Club Focus – Stoke City – Blueprint to Quality Street

A solemn promise was made this week by Tony Pulis that his team would not be easing up as their season winds down. Even as Stoke City’s mathematical safety was confirmed over the weekend, the Welshman at the helm vowed to fight for every point between now and May 9 when their campaign ends at Old Trafford. With around £3-4m in prize money likely to be the difference between finishing 9th and 13th, Pulis has one eye on boosting his summer transfer kitty. In spite of the near-£40m spent since promotion – and continued progress on and off the pitch – last Sunday’s stalemate at Molineux highlighted the shortcomings still evident in the Potters’ line-up.

Although the defence was as stalwart and reliable as ever, the team struggled to retain possession and “that little bit of quality in the final third” – a Pulis mantra since he first arrived in the Potteries in 2002 – was sorely lacking in the absence of the talismanic Ricardo Fuller. Without the Jamaican to torment the Wolves defence, Stoke had few means of creating chances beyond an endless succession of long throws from Rory Delap, with only Matthew Etherington consistently providing the forwards with any ammunition. Pulis will be aware that serious upgrades are needed, as rumours of summer moves for Jermaine Pennant and Paul Scharner might indicate.

In looking to evolve as a Premier League side, Stoke could do worse than follow the example of Bolton Wanderers, Saturday’s visitors to the Britannia Stadium. The Bolton of the Sam Allardyce, with their 4-5-1 formation, were not unlike Stoke – well-organised, cautious and not averse to utilising a player with a long throw – although neither Ivan Campo nor Nicky Hunt’s missiles had the potency of Delap’s. However, Allardyce gradually introduced a dash of invention into his team, with first Youri Djorkaeff and later the likes of Jay Jay Okocha and Stelios Giannakopoulos. Although Bolton did not drastically alter their style, remaining robust and direct, they added some game-changers to the mix, and were eventually rewarded with a League Cup final appearance and European football.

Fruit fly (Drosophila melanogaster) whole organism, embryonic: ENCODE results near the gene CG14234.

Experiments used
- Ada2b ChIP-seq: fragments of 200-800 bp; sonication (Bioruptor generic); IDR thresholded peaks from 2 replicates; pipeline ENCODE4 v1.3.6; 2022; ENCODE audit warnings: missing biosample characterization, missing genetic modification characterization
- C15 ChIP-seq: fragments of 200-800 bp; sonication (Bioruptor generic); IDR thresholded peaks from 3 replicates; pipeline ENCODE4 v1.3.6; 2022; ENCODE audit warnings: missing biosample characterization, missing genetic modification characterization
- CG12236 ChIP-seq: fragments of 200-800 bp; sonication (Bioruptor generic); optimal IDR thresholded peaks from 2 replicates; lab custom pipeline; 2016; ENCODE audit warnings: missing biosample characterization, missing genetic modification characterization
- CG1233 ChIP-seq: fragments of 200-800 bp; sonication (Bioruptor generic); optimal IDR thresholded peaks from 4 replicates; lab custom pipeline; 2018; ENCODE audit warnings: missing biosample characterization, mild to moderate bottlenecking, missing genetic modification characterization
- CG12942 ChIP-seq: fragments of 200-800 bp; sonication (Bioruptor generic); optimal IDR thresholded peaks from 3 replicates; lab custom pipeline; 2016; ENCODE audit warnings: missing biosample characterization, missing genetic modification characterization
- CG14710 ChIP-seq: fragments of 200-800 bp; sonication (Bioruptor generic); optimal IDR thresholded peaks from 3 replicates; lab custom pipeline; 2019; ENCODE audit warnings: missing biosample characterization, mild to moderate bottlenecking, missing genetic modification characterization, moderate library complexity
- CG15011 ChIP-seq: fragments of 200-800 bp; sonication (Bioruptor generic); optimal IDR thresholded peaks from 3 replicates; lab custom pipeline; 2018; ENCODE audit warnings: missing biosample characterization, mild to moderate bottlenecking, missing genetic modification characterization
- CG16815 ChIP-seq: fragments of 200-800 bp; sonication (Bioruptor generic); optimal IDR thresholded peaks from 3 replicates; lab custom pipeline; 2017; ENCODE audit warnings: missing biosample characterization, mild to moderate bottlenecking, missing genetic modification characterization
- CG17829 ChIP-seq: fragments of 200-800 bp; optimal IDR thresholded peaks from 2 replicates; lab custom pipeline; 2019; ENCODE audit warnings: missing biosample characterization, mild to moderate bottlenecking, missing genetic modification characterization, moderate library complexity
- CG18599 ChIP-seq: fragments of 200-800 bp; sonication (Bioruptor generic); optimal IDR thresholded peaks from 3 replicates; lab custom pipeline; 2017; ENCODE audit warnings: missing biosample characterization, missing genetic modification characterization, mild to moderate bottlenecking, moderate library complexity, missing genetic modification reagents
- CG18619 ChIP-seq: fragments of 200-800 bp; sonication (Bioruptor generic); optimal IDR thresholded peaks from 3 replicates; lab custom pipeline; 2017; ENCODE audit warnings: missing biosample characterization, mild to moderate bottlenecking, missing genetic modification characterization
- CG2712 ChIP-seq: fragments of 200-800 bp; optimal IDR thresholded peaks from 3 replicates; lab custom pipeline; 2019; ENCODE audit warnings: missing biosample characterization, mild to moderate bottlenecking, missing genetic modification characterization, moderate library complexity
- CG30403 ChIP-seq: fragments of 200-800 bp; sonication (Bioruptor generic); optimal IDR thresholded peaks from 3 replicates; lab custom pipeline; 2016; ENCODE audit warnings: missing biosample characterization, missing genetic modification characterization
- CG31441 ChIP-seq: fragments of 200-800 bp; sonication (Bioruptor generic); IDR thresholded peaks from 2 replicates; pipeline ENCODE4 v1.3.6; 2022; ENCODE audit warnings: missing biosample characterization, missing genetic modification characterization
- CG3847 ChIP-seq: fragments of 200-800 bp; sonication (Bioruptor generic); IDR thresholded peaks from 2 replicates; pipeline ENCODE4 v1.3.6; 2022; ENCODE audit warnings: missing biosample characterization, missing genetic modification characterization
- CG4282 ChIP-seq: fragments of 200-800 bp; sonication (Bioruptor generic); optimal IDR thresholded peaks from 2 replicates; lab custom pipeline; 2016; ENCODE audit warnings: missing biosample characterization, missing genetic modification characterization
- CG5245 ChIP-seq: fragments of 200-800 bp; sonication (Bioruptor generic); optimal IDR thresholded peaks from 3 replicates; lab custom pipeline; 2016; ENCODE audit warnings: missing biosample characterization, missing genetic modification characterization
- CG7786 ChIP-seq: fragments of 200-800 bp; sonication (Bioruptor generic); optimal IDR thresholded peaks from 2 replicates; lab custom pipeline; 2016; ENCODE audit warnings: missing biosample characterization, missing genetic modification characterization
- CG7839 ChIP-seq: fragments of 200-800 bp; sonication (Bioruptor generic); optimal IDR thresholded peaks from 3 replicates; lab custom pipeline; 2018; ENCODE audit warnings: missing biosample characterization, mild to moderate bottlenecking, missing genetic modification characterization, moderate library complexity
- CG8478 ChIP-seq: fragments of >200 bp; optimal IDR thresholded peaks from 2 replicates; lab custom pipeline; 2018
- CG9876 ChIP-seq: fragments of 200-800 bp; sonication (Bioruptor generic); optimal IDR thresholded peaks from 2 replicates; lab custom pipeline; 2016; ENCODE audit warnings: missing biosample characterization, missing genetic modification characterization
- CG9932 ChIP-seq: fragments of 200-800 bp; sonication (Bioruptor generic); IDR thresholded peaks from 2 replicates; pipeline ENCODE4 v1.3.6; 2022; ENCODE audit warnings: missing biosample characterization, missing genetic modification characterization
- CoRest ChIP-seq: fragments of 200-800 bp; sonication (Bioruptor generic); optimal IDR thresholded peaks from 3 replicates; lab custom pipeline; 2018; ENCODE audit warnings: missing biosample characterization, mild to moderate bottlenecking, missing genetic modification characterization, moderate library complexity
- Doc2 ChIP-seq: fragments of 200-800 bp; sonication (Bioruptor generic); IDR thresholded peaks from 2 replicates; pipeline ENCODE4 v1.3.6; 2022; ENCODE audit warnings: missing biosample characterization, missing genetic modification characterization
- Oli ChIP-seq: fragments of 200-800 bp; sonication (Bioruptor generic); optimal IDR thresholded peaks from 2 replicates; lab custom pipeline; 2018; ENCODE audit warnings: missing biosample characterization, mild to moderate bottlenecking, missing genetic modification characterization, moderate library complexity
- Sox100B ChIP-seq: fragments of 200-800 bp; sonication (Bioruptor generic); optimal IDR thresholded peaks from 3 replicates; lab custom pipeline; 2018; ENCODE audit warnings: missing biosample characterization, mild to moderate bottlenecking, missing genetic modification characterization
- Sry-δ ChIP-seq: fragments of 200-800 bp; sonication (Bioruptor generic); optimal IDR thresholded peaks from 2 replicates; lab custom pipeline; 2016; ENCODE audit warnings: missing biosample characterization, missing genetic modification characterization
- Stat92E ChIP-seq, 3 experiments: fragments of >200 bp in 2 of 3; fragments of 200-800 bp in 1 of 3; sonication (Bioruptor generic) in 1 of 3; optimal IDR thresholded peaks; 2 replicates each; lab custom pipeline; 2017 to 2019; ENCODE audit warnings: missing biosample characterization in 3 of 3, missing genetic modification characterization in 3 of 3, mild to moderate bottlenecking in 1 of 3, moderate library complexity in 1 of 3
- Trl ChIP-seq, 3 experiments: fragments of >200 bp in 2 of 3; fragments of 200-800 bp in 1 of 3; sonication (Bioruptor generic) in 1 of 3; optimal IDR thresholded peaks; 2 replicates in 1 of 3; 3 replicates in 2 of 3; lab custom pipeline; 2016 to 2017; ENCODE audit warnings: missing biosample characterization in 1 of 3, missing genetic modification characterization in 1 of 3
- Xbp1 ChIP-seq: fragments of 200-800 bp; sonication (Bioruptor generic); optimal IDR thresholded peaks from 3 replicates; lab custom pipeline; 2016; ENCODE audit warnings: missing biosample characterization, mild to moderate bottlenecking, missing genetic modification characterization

This writer has, in recent Club Focuses, highlighted the perception that Pulis’ 4-4-1-1 system, while undoubtedly effective, was too rigid when the situation required the team to adapt. The lack of a ‘Plan B’ when Fuller is not available manifested itself again against Wolves as the forward line toiled to little effect with negligible service. Incorporating at least one ball player – virtually anywhere in the side – could make a massive difference. The team has surrendered over twenty points from winning positions this season – even if the much discussed flair players do not arrive, improving the side’s ability to retain possession and successfully close out games would be a marked step forward.

That seemed to be the plan when Tuncay arrived in the Potteries in August, but the Turkish captain has been expected instead to fit into the existing, unchanged shape of the team, with decidedly mixed results. That is not to say that Tuncay should be written off. A full pre-season in a Pulis squad often seems to make all the difference to a player’s form and adaptability, as Matthew Etherington, and to a lesser extent Dave Kitson, have discovered to their benefit this campaign. The addition of some better quality ball players might also prove the key to getting the best from the Turk.

It is both unrealistic and undesirable to expect City to transform from their current playing style to a fluid passing game overnight. Such drastic changes seldom prove beneficial, as Sammy Lee found to his cost when he attempted to ‘play more football’ at Bolton when he succeeded Allardyce. While Pulis’ system is unlikely to change, it can evolve – by no means purely for aesthetic purposes, but in the name of adding more strings to the Potters’ bow in terms of attacking prowess for those rainy days when Plan A is not working. It is very much a case of evolution, not revolution, and there is no reason why the Bolton blueprint cannot be Stoke’s guiding light to Premier League prosperity.

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